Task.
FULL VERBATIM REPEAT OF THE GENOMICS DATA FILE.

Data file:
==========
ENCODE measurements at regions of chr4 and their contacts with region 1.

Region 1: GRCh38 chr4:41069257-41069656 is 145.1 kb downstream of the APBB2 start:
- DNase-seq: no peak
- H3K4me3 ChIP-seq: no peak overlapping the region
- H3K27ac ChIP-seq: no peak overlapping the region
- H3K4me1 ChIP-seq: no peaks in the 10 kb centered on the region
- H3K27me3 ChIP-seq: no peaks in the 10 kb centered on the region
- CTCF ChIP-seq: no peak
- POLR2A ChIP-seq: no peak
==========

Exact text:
ENCODE measurements at regions of chr4 and their contacts with region 1.

Region 1: GRCh38 chr4:41069257-41069656 is 145.1 kb downstream of the APBB2 start:
- DNase-seq: no peak
- H3K4me3 ChIP-seq: no peak overlapping the region
- H3K27ac ChIP-seq: no peak overlapping the region
- H3K4me1 ChIP-seq: no peaks in the 10 kb centered on the region
- H3K27me3 ChIP-seq: no peaks in the 10 kb centered on the region
- CTCF ChIP-seq: no peak
- POLR2A ChIP-seq: no peak